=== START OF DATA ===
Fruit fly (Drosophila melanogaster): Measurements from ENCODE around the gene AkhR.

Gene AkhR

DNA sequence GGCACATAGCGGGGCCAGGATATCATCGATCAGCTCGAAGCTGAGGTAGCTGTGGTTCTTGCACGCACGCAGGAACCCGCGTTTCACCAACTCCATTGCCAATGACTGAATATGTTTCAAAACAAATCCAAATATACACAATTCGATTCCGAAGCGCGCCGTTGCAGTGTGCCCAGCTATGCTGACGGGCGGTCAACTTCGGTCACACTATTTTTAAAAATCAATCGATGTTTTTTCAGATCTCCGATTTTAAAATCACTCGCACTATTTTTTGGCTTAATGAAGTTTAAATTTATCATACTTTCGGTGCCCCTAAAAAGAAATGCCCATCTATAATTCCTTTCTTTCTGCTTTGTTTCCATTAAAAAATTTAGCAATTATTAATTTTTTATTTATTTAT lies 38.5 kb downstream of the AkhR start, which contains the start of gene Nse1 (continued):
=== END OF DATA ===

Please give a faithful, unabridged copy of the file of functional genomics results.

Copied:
Fruit fly (Drosophila melanogaster): Measurements from ENCODE around the gene AkhR.

Gene AkhR

DNA sequence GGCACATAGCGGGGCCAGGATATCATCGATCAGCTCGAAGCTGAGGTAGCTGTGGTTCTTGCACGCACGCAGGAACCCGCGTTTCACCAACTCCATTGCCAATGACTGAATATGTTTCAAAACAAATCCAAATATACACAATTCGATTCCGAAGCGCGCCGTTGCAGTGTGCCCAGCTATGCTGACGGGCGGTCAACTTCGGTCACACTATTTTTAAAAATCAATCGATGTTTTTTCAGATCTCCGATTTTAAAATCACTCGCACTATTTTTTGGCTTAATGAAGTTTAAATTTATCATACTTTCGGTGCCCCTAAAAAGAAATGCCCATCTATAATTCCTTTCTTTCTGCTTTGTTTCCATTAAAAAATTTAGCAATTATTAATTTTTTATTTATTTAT lies 38.5 kb downstream of the AkhR start, which contains the start of gene Nse1 (continued):